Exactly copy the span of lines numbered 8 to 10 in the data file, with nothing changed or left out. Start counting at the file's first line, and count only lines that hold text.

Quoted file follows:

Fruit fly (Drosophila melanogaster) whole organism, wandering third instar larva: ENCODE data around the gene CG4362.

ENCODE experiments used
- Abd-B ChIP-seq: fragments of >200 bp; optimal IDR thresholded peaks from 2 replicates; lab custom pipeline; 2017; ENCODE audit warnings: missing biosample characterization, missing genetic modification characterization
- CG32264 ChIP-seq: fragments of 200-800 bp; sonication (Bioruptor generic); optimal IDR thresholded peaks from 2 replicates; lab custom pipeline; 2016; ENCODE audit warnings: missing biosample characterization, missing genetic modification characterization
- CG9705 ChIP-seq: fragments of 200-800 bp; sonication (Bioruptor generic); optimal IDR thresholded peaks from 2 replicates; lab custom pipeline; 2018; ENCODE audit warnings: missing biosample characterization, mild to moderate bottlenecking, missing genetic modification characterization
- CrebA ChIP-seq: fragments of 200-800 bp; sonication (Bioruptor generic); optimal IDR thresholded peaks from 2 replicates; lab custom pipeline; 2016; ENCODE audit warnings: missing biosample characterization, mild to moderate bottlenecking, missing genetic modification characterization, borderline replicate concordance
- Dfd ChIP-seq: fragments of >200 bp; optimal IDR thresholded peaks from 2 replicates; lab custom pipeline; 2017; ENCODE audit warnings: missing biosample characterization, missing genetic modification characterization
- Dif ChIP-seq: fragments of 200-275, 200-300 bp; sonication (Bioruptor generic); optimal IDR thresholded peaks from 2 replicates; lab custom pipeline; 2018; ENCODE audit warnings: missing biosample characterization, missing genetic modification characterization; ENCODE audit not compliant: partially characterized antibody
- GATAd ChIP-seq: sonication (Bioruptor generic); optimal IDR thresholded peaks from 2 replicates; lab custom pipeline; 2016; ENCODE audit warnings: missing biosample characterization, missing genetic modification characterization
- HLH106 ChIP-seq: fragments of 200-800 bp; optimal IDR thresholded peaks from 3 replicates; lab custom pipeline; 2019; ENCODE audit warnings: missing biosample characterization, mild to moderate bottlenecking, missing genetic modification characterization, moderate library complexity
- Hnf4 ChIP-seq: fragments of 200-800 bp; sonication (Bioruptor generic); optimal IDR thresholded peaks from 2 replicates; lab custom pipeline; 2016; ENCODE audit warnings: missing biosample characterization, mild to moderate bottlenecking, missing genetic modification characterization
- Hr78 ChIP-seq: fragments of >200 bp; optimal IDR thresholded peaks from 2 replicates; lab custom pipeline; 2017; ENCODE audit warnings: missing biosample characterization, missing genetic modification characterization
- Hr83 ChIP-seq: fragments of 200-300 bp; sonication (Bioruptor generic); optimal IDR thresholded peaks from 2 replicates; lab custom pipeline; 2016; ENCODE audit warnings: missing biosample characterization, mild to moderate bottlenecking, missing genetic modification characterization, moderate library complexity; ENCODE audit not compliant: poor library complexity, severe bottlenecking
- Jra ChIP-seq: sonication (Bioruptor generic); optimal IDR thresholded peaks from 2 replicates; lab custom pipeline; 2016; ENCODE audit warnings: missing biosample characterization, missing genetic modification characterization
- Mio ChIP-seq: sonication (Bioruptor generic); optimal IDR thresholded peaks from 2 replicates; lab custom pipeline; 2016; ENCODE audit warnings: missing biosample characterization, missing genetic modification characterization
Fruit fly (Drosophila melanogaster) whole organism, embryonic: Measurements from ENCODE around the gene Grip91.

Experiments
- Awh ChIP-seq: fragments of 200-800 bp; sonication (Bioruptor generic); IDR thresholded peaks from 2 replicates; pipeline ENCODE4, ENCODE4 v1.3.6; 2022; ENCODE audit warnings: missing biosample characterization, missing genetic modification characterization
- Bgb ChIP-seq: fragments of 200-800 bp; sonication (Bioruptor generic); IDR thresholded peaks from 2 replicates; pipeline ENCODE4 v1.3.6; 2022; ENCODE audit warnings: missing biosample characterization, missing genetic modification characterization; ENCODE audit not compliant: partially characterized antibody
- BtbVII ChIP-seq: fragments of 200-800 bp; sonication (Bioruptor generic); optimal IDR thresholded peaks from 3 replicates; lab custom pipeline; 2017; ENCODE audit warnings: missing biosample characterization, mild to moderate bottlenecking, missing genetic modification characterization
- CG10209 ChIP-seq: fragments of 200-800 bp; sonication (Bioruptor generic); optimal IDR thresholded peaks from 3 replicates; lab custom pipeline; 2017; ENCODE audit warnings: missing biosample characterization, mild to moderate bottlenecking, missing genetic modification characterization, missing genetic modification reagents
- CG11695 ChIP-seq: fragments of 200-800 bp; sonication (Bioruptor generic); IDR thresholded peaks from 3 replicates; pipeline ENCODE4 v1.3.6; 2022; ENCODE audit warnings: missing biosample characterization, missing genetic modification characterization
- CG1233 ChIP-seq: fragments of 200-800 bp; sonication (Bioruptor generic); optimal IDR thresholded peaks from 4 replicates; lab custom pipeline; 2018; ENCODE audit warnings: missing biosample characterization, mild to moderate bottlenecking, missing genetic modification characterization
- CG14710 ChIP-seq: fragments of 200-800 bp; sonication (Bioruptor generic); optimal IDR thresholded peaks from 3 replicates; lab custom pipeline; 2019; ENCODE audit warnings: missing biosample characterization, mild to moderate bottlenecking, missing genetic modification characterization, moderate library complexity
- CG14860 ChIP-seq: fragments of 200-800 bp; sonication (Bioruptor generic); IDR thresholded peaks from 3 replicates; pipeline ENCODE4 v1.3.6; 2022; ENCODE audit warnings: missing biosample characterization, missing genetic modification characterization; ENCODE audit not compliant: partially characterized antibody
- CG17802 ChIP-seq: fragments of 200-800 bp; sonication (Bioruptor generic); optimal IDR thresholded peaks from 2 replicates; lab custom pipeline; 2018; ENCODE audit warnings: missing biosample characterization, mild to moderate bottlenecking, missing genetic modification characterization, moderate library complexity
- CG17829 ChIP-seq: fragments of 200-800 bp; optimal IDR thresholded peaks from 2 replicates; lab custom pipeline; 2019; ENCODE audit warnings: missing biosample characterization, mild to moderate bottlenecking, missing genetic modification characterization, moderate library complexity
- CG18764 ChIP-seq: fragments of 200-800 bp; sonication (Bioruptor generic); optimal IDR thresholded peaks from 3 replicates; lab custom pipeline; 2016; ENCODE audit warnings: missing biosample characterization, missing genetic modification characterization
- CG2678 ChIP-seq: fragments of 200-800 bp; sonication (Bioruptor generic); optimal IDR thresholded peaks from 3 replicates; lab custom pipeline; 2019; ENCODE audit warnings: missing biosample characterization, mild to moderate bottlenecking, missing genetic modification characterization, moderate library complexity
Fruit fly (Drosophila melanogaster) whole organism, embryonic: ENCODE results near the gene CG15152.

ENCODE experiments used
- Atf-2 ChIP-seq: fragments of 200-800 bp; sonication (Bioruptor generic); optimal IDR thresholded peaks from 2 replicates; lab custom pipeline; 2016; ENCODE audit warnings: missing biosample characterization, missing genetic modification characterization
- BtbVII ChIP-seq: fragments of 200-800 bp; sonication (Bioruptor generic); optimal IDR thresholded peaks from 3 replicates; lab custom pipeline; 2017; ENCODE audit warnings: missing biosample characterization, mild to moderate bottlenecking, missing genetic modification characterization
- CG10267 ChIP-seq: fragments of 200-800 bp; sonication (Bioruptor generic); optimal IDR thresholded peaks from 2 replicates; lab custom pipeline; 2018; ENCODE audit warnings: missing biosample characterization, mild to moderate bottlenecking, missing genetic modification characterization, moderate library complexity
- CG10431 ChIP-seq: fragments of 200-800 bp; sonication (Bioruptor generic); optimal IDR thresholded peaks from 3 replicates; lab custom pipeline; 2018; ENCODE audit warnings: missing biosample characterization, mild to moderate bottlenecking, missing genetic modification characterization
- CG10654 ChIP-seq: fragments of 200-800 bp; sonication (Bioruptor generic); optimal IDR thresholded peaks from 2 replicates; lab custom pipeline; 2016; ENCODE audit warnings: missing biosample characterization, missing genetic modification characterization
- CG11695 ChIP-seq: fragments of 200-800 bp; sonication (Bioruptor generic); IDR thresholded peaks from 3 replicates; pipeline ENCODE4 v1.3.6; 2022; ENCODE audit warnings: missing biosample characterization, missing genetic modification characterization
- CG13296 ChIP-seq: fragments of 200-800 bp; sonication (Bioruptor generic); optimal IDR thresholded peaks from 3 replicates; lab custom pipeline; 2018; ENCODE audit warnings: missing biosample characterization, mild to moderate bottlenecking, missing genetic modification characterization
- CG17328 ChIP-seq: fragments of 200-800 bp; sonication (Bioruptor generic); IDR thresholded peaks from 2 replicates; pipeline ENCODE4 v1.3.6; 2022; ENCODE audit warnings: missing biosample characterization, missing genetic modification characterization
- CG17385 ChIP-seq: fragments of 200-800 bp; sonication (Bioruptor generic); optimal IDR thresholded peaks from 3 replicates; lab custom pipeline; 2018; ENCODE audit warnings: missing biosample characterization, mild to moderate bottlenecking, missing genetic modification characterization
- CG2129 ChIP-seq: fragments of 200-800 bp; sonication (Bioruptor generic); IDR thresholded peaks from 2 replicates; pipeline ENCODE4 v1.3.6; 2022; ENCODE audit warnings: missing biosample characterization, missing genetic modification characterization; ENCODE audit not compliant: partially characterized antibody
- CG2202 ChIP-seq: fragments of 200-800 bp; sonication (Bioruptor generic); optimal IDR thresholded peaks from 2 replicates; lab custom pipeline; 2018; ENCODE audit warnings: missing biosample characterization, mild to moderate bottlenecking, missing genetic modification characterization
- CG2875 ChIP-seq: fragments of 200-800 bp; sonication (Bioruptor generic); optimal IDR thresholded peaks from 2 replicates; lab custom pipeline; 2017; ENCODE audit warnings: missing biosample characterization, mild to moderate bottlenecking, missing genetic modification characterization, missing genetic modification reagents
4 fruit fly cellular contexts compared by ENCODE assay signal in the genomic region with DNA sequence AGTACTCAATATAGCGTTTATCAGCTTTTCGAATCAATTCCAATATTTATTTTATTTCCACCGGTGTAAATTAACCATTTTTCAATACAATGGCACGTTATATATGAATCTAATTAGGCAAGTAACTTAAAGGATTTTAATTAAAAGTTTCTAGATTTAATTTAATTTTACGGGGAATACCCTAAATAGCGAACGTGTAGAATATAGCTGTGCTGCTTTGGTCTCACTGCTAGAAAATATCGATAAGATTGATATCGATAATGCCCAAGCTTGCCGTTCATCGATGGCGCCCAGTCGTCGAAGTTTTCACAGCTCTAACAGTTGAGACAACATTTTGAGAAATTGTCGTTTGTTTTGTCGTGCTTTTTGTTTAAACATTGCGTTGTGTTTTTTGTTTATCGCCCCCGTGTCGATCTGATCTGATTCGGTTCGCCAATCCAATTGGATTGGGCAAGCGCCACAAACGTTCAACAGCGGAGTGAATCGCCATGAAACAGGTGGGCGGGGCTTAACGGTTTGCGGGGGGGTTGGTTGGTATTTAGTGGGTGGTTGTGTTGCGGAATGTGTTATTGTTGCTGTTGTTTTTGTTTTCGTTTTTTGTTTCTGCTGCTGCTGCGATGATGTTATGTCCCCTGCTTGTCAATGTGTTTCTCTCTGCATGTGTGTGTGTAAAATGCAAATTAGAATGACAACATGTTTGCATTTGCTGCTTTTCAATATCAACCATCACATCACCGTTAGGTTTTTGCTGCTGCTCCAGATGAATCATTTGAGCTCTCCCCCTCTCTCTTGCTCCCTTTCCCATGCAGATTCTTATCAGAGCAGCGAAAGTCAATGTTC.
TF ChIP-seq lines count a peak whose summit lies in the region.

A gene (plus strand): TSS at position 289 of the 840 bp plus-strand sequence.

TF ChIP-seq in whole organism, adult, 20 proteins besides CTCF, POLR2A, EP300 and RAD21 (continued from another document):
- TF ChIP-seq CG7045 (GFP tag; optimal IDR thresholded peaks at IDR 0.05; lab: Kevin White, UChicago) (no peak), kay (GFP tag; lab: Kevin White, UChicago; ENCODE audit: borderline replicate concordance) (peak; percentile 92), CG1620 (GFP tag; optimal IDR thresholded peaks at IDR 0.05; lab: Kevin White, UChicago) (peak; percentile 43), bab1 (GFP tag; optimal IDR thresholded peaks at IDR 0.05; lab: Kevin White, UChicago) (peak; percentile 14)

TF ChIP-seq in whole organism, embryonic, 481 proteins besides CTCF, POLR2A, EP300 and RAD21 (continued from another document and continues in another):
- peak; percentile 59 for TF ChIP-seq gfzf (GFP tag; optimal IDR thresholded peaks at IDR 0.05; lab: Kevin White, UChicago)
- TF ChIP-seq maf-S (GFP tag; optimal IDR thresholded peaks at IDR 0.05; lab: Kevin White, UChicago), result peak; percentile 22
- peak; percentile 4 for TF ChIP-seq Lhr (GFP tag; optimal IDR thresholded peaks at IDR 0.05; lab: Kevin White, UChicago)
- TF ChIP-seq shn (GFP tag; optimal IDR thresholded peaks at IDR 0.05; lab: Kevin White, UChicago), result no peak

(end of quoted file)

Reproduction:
- Dif ChIP-seq: fragments of 200-275, 200-300 bp; sonication (Bioruptor generic); optimal IDR thresholded peaks from 2 replicates; lab custom pipeline; 2018; ENCODE audit warnings: missing biosample characterization, missing genetic modification characterization; ENCODE audit not compliant: partially characterized antibody
- GATAd ChIP-seq: sonication (Bioruptor generic); optimal IDR thresholded peaks from 2 replicates; lab custom pipeline; 2016; ENCODE audit warnings: missing biosample characterization, missing genetic modification characterization
- HLH106 ChIP-seq: fragments of 200-800 bp; optimal IDR thresholded peaks from 3 replicates; lab custom pipeline; 2019; ENCODE audit warnings: missing biosample characterization, mild to moderate bottlenecking, missing genetic modification characterization, moderate library complexity